February 13, 2012
The . . . usual functions of [a journal are] to chart a life, to pique a memory, to confirm inner life and perhaps to dispel the doubt that one exists at all.
â€” Frances McCullough, b. 1939
from the Introduction to The Journals of Sylvia Plath
Today is the thirteenth anniversary the earliest incarnation of what would become Markings â€” Days of Her Life. I was prompt to that party, in the first waveÂ of “escribitionists” who did not think to call themselves “bloggers.”Â In fact, The Silken Tent went live four months before the mailing list discussion that suggestedÂ the termÂ as an alternative to “journaller.” Some in that first wave are still online, some have found other avenues of expression. The discussion list survives, although many of the original voices have fallen silent. I have formed genuine friendships with a number of people I met through the OLJ community. I’ve even met some of them “in real life,” as they say, and spent extended time with them.
I was in my first year out of the classroom, my first year out of the career that had identified me for almost thirty years, that week in February of 1999 when I was wandering the World Wide Web in search of something to do with my creative energy, and the isolation I was beginning to feel. Establishing myself as a “blogger,” a term I at first resisted but now embrace, was the best thing I ever did for my writing.
In these thirteen years I have amassed around 700 essays. That works out to about one a week. There have been periods when I’ve posted something every day, and periods when I have gone weeks without something new. I’m in something of a fallow period now, at least online, as I deal with the winter blahs,Â aÂ Monster Mutating Virus that took hold in mid-January and let go only today,Â and the preparation of my annual application to the Bread Loaf Writers’ Conference.
In my first post thirteen years ago I quoted a very young Sylvia Plath on her reasons for keeping a diary. She said she wanted to “keep and hold the rapture” of being seventeen. In recent weeks I have walked the landscapes that I inhabited when I was seventeen, trying to access the energy that I felt then. I have nothing written from those days, although the walks do pique my memories, and when I get home I write them down.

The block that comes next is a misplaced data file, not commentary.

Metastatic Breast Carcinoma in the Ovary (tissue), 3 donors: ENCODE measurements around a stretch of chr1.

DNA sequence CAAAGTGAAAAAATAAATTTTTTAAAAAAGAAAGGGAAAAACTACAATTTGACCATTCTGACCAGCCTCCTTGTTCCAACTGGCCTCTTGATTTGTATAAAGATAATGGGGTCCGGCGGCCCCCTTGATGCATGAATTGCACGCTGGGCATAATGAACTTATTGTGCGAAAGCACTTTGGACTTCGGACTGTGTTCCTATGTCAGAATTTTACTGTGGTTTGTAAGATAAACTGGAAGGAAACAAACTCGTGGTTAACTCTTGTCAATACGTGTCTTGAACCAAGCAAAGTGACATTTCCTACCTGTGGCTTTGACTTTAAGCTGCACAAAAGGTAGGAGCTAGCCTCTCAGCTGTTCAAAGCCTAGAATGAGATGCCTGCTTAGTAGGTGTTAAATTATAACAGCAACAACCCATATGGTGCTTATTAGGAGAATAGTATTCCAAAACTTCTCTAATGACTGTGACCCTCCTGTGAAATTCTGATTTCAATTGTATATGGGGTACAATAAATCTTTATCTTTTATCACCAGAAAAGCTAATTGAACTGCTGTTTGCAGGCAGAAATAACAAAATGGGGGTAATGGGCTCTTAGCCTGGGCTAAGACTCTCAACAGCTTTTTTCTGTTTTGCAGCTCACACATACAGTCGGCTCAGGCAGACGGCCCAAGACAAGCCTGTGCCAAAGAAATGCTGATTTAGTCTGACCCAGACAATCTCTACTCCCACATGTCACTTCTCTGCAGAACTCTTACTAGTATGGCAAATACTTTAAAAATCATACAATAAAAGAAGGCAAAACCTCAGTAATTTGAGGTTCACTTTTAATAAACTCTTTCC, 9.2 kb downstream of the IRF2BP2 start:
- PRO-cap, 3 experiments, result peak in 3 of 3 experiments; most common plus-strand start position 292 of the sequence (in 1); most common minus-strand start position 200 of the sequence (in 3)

This is coincidentally the 101st anniversary of my mother’s birth. As I wrote in the eulogy I gave for her in 1993, “Rose Dwyer was born on February 13, 1911. It was a Monday, and every post office in America was closed that day because a mail carrierâ€™s daughter had been born (so her father told her), and only incidentally because Lincolnâ€™s Birthday, a federal holiday, had fallen the day before. She died November 11, 1993, Veteransâ€™ Day. Once again, every post office in America was closed.” And here we are, Lincoln’s Birthday a Sunday again, but the post offices were not closed today, because Presidents’ Day has subsumed it. At least they still observe her death date.
The blahs are beginning to lift. I’ve kept up with reading a poem a day, a writing a letter, too, although there is a slight backlog on mailing. This evening I noticed that it was still almost light at 6:00. I may not be a genius of a writer, as Sylvia Plath saw herself, but I have in me the capacity to keep on keepin’ on. I am doing the best work of my life, the work that will make my name.
Thank you for reading, so much, so often.